President Elect Donald Trump has assembled a team of generals to fill key posts in his national security team. Former Army General Mike Flynn is his National Security Advisor, Marine General John Kelly has been tapped to serve as Homeland Security chief and recently retired Marine General James Mattis has been nominated as Secretary of Defense.
Top military brass have served in civilian roles, but never before have so many generals been tapped to serve at once and in top positions in the government. This is out of the ordinary precisely because the American political system has historically shunned it for reasons that my guest, Alice Hunt Friend, describes.
Alice Friend studies civil military relations–she’s currently writing her PhD thesis on the topic. She’s a former official in the Pentagon and is currently both a Senior Associate at the Center for Strategic and International Studies Adjunct Senior Fellow with the Center for a New American Security.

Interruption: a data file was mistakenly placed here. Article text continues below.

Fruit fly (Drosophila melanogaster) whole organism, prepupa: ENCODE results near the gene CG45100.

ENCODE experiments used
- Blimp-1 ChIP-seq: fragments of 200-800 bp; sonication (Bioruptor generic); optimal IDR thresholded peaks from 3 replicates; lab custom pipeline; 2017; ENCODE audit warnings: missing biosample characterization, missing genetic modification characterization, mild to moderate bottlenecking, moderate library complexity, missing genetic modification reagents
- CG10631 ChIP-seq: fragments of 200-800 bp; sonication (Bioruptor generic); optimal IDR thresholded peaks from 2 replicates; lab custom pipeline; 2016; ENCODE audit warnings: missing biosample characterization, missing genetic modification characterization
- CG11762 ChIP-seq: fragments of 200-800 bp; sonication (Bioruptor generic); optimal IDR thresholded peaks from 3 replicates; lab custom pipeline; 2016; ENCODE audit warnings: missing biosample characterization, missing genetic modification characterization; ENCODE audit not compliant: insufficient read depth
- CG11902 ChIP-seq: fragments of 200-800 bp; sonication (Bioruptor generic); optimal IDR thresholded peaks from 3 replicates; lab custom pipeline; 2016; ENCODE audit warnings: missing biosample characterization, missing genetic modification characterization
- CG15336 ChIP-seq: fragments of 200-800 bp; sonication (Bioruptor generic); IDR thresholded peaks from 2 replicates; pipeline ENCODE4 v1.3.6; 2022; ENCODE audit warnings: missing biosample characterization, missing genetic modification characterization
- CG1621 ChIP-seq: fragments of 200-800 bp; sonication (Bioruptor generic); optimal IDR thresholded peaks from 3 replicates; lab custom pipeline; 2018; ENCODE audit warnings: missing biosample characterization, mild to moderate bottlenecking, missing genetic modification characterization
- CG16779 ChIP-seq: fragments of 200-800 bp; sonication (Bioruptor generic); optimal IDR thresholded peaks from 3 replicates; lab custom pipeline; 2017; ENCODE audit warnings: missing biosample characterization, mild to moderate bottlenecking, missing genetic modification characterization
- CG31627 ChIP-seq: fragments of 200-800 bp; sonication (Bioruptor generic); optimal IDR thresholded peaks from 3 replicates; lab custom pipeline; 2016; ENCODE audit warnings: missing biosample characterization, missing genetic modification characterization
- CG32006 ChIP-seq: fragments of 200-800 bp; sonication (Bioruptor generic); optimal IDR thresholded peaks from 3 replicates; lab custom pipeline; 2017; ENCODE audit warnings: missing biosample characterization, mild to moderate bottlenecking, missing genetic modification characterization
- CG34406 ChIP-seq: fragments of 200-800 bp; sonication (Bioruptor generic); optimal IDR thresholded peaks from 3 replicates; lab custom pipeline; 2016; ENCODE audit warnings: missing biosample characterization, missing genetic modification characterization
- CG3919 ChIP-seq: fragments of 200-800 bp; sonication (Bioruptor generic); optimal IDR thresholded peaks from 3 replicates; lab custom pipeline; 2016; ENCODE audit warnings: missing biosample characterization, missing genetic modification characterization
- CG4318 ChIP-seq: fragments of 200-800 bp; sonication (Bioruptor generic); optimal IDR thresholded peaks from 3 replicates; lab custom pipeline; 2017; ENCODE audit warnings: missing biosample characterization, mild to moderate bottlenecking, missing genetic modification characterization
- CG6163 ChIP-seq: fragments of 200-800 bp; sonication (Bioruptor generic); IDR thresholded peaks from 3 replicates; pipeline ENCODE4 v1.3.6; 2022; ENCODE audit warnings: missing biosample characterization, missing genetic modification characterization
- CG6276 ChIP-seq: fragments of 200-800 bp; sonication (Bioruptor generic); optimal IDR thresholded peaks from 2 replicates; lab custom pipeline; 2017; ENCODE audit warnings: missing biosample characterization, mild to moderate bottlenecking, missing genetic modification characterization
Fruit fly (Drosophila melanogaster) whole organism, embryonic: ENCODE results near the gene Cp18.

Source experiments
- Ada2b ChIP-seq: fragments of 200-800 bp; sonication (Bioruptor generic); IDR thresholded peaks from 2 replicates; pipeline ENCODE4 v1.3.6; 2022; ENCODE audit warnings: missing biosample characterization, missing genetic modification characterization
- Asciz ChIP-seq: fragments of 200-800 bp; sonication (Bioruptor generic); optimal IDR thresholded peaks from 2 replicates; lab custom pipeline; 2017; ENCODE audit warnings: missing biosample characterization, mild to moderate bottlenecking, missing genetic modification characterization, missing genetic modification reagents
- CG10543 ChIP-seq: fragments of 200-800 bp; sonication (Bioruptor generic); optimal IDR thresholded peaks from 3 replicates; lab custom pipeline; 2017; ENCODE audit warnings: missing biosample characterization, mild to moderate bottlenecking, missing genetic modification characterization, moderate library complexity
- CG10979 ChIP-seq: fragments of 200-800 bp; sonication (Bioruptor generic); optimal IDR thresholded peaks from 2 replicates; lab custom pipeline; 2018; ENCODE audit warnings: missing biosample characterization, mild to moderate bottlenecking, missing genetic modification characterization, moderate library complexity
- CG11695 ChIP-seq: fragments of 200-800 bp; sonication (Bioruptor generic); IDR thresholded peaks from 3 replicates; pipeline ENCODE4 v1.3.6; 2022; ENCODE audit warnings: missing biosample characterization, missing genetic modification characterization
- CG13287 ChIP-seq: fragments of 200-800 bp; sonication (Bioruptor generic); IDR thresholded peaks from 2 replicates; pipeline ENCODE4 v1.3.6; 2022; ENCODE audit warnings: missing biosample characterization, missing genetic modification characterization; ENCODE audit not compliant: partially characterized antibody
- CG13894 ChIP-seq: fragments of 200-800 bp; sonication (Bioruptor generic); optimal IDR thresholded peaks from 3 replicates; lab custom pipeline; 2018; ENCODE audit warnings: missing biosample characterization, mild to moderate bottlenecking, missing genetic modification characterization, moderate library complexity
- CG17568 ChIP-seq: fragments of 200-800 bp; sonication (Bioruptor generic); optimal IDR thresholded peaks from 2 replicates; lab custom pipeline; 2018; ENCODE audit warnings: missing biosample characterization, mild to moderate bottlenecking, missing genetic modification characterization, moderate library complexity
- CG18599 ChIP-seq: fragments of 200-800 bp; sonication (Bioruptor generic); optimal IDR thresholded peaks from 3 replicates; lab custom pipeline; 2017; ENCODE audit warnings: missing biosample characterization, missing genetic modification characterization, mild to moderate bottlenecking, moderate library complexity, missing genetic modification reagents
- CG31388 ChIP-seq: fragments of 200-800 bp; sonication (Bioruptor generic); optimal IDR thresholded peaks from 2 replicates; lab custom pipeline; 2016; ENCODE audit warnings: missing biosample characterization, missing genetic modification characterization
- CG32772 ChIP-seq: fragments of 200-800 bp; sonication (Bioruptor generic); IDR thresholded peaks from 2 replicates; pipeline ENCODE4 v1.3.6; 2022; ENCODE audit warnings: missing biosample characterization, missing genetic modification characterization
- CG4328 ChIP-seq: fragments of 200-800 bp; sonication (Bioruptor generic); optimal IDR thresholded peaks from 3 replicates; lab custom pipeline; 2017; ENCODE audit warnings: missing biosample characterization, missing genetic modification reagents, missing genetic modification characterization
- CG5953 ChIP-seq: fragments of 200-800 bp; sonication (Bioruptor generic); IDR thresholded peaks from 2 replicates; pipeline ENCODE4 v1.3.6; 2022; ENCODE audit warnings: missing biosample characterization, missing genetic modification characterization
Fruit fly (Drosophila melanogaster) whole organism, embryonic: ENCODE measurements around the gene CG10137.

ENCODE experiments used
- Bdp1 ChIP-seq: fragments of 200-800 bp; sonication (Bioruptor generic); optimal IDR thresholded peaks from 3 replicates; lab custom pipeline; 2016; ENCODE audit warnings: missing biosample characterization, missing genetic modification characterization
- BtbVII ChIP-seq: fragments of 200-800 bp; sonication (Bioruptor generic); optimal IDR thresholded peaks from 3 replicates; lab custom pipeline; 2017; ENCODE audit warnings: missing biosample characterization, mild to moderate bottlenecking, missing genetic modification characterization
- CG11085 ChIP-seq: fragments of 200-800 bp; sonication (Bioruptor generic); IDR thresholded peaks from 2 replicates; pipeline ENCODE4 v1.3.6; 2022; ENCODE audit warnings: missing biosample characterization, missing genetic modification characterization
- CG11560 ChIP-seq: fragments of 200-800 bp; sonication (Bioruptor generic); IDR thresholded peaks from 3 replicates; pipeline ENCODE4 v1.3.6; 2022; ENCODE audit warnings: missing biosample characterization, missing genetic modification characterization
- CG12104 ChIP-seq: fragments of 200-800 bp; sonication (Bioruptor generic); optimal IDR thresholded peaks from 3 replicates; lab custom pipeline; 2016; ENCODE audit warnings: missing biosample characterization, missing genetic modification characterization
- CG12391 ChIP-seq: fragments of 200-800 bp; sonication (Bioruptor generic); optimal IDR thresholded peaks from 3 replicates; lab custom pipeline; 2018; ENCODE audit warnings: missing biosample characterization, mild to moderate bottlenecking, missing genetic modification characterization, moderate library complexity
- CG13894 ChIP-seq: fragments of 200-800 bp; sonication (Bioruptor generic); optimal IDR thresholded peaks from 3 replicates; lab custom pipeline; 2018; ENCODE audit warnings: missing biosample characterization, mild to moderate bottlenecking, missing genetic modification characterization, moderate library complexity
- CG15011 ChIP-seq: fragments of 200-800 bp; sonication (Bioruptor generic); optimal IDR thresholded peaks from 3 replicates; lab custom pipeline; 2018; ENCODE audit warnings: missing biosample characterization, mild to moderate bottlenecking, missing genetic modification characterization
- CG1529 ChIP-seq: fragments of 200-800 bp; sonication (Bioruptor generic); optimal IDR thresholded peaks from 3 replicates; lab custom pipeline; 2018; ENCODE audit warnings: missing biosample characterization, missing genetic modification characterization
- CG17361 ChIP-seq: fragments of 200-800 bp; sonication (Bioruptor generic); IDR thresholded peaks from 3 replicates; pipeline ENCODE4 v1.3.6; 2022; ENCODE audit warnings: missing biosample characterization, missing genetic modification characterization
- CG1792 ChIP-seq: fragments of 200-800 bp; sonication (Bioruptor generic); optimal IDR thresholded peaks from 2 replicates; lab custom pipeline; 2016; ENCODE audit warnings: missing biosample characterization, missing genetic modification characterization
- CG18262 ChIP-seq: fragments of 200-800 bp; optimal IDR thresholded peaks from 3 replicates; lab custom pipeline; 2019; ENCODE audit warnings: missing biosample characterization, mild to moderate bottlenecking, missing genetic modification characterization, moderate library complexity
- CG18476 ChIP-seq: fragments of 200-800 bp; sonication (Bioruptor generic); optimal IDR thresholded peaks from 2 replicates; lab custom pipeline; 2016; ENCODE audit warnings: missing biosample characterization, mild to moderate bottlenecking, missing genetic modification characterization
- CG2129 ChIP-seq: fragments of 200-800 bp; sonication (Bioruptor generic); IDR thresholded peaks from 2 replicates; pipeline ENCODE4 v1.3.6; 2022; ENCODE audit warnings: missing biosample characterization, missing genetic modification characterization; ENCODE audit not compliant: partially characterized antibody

She offers a nuanced take on the kind of challenge — or even threat — to the American democratic system that is posed when the military takes on a greater role in civilian political life. She also discusses the kinds of policy implications that result from when generals are put in charge of civilian institutions. If you have 20 minutes and want to understand the deeper political and policy implications of Trump’s military-heavy national security picks, have a listen.
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